If You Can’t Beat ‘Em, Burn ‘Em?

Animal liberation terrorists are still active in society. Just last month, the Animal Liberation Front claimed responsibility for vandalism that not only occurred at a San Diego fur store, but at the private homes of its owners and their family. This year has also seen acts ranging from a stink bomb attack and attempted torching of a police car to computer hacking and threats of illegal raids. A horse processing plant in New Mexico, originally slated to open this week to much controversy, has suffered an arson attack. And last week there was a “liberation” at a Riverside, Ca., pheasant farm that resulted in animals’ deaths.

In 2004 the FBI declared animal rights terrorism to be a top domestic threat. In response to this extremism, in 2006 Congress passed the Animal Enterprise Terrorism Act, which upgraded the Animal Enterprise Protection Act of 1992. We’ve learned that the New York City Bar Association is now pushing a resolution at the American Bar Association meeting this week calling on the Justice Department to cease enforcing the law.

The timing couldn’t be worse from a P.R. point of view. The recent event in New Mexico seems to support tough anti-terrorism laws. The Humane Society of the U.S. and other activists tried to use legal channels to stop horse slaughter, and that may not work (it has succeeded in delaying things, though). So some vigilantes decided to do their own (illegal) thing and light a fire.

Interestingly, HSUS itself opposed the Animal Enterprise Terrorism Act in 2006, though HSUS hasn’t commented on the NYC Bar Association’s resolution. But the two groups’ concerns are comparable. Both adopt the premise that the AETA has a chilling effect on free speech.

Some animal rights activists sued over the law on free-speech grounds, but in March a federal judge ruled against them, finding that they couldn’t reasonably prove that the activities they wanted to do would run afoul of the law. After all, the AETA hasn’t stopped PETA from doing street protests. It hasn’t stopped HSUS from attacking businesses. The idea of a “chilling effect” is just silly. That’s because the AETA applies to attempts that involve threats or intimidation or other unlawful activity.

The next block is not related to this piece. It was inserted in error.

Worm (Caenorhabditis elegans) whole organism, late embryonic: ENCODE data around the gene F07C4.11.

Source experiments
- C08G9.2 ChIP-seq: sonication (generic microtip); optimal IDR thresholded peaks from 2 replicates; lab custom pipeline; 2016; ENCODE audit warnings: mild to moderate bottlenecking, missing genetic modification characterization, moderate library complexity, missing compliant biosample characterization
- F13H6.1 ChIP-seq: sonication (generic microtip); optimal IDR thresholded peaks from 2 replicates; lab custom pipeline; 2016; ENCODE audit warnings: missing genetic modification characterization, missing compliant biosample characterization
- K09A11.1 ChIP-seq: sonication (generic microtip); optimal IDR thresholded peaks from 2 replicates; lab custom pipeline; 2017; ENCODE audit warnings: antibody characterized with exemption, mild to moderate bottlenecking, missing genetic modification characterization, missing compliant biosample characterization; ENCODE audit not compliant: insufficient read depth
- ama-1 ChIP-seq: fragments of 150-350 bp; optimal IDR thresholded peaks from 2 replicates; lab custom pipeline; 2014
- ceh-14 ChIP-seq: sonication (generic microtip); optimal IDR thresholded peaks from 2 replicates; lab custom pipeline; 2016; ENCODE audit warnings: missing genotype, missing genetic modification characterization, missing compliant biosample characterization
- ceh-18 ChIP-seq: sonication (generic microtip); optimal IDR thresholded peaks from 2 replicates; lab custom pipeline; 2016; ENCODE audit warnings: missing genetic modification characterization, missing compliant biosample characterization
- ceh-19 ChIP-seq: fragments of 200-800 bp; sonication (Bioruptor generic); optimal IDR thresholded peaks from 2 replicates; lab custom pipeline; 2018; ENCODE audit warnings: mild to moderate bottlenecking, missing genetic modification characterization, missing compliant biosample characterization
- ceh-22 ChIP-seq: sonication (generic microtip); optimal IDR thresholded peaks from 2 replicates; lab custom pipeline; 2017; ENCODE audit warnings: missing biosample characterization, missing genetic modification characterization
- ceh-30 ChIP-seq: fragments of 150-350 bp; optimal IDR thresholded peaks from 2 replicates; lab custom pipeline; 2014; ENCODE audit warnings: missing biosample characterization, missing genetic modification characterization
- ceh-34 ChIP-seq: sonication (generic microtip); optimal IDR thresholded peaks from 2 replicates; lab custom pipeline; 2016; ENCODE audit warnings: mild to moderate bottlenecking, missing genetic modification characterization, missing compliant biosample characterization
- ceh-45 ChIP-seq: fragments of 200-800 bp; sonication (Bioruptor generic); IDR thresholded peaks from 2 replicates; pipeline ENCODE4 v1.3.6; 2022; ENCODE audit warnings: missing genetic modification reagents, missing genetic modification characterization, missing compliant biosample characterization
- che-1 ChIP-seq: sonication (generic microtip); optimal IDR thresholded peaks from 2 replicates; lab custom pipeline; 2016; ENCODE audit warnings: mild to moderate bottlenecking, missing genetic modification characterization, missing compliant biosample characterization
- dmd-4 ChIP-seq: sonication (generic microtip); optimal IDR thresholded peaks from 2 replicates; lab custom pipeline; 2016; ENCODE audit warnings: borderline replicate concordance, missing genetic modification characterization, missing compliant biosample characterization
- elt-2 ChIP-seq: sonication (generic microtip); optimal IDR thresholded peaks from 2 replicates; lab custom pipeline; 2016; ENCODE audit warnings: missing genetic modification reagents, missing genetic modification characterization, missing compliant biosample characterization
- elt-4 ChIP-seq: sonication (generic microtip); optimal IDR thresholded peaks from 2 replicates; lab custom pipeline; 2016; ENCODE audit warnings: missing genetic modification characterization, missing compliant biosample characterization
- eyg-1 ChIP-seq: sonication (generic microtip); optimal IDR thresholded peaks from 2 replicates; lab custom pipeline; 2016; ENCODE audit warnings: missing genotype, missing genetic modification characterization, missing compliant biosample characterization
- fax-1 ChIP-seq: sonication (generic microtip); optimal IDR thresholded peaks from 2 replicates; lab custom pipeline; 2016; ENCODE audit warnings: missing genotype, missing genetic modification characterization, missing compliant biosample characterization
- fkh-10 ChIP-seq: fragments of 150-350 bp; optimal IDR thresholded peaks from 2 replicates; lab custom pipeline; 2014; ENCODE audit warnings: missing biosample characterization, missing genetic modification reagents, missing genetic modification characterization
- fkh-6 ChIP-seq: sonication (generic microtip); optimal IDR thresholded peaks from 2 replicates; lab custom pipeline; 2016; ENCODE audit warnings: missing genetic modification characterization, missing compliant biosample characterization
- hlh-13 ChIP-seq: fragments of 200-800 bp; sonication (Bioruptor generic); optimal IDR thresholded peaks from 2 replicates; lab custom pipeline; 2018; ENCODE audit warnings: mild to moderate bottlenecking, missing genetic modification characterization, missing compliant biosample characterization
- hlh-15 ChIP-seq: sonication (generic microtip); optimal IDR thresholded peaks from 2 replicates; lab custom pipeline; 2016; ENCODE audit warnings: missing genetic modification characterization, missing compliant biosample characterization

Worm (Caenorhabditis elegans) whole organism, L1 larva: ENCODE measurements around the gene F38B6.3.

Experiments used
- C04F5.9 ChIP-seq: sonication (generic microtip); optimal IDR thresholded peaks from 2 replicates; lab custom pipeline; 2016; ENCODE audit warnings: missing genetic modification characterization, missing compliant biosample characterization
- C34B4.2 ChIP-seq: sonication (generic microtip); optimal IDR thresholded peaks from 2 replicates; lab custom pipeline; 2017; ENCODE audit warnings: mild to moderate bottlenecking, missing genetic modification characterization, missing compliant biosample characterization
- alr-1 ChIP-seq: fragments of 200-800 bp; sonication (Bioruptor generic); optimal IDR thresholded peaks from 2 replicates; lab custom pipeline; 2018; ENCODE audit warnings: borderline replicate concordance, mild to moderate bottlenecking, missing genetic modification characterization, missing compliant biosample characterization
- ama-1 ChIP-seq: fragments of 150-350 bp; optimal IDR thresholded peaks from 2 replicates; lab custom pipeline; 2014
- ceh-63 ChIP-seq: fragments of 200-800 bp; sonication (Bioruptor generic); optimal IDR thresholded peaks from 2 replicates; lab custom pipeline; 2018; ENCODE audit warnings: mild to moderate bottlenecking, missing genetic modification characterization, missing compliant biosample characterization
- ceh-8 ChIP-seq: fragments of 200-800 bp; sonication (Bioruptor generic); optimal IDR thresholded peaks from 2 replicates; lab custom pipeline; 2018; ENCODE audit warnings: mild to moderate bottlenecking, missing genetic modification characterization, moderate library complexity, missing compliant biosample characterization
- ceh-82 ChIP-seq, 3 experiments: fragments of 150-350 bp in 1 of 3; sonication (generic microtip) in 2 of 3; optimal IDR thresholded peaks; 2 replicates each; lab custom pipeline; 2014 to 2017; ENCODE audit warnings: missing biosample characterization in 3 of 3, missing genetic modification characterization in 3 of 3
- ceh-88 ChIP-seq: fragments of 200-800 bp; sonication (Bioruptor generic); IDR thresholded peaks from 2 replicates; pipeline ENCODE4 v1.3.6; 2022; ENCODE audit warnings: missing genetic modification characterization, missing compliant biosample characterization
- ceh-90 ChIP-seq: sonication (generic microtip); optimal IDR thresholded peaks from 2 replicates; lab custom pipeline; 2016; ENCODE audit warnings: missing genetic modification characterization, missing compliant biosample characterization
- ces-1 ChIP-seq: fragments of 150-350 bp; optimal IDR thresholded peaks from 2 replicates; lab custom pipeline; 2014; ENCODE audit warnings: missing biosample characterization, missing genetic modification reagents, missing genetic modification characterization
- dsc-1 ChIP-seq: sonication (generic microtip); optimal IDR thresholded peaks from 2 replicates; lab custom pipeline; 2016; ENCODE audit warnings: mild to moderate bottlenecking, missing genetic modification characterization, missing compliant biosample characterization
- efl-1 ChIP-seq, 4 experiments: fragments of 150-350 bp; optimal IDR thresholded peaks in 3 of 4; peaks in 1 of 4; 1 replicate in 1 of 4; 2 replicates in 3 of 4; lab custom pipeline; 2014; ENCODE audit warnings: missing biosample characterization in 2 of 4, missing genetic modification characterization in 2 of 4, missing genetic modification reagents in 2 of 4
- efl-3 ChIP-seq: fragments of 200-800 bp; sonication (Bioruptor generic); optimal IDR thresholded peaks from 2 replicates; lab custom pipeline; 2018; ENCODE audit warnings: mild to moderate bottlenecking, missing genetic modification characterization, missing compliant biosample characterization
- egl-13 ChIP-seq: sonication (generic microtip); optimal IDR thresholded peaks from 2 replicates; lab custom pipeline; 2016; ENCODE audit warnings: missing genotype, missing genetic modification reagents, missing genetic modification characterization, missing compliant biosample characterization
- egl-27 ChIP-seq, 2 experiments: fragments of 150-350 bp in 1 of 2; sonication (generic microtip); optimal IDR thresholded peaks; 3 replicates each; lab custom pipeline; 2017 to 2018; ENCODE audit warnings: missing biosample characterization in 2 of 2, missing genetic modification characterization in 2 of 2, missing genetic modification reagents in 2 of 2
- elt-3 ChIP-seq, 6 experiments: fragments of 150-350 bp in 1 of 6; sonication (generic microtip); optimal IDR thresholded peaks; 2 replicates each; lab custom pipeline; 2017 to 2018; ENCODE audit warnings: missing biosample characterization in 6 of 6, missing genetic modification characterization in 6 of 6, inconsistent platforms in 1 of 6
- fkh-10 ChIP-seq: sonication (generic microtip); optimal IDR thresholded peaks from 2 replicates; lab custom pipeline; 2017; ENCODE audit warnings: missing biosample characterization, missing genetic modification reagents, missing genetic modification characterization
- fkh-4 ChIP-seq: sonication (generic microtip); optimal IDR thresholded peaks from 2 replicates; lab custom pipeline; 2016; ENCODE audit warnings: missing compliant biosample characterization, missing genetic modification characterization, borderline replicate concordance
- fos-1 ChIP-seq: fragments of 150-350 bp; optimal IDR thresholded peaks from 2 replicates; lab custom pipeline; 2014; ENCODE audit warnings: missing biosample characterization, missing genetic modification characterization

While we’re on the topic of animal rights terrorism, we think HSUS leaves a bit to be desired. HSUS claims to be outspoken about animal-liberation violence, yet, at the “Animal Rights 2013” conference last month at which HSUS employees spoke several times, there were apologists from the North American Animal Liberation Front Press Office handing out their garbage.

Some questions for HSUS: Why are you speaking at events that allow this riffraff, and why aren’t you putting out more press releases condemning illegal acts? After all of the ALF activity this year, we haven’t seen a peep of condemnation from HSUS. HSUS puts out a press release or two every day. It wouldn’t be hard to have a stock “we don’t support illegal acts as a means to stop meat/fur/whatever” release, or to offer a reward for the apprehension of these criminals. (HSUS did this once that we can see, about five years ago.)

Given the pasts of some HSUS employees, maybe there’d be some internal resistance to having such an aggressive campaign. But we can always hope that they’ll move in the right direction.